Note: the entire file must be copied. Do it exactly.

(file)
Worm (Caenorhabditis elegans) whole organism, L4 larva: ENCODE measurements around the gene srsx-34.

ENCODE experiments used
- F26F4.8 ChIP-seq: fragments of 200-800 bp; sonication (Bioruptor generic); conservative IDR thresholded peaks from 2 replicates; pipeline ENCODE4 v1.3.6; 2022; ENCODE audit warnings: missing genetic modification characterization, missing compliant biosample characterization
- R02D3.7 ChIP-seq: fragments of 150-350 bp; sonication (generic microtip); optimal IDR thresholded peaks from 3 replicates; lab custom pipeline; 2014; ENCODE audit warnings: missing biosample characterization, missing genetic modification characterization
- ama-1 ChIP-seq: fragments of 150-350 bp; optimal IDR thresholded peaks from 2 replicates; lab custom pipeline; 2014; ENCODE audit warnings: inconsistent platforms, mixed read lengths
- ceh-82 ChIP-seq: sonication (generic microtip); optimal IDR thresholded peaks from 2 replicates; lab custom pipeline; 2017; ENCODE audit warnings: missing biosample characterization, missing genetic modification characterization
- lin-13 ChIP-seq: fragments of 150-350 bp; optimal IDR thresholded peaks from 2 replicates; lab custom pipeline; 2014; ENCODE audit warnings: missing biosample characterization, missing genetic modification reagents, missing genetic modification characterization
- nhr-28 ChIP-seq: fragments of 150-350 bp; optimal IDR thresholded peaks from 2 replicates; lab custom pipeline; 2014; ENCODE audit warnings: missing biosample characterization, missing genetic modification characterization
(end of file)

Worm (Caenorhabditis elegans) whole organism, L4 larva: ENCODE measurements around the gene srsx-34.

ENCODE experiments used
- F26F4.8 ChIP-seq: fragments of 200-800 bp; sonication (Bioruptor generic); conservative IDR thresholded peaks from 2 replicates; pipeline ENCODE4 v1.3.6; 2022; ENCODE audit warnings: missing genetic modification characterization, missing compliant biosample characterization
- R02D3.7 ChIP-seq: fragments of 150-350 bp; sonication (generic microtip); optimal IDR thresholded peaks from 3 replicates; lab custom pipeline; 2014; ENCODE audit warnings: missing biosample characterization, missing genetic modification characterization
- ama-1 ChIP-seq: fragments of 150-350 bp; optimal IDR thresholded peaks from 2 replicates; lab custom pipeline; 2014; ENCODE audit warnings: inconsistent platforms, mixed read lengths
- ceh-82 ChIP-seq: sonication (generic microtip); optimal IDR thresholded peaks from 2 replicates; lab custom pipeline; 2017; ENCODE audit warnings: missing biosample characterization, missing genetic modification characterization
- lin-13 ChIP-seq: fragments of 150-350 bp; optimal IDR thresholded peaks from 2 replicates; lab custom pipeline; 2014; ENCODE audit warnings: missing biosample characterization, missing genetic modification reagents, missing genetic modification characterization
- nhr-28 ChIP-seq: fragments of 150-350 bp; optimal IDR thresholded peaks from 2 replicates; lab custom pipeline; 2014; ENCODE audit warnings: missing biosample characterization, missing genetic modification characterization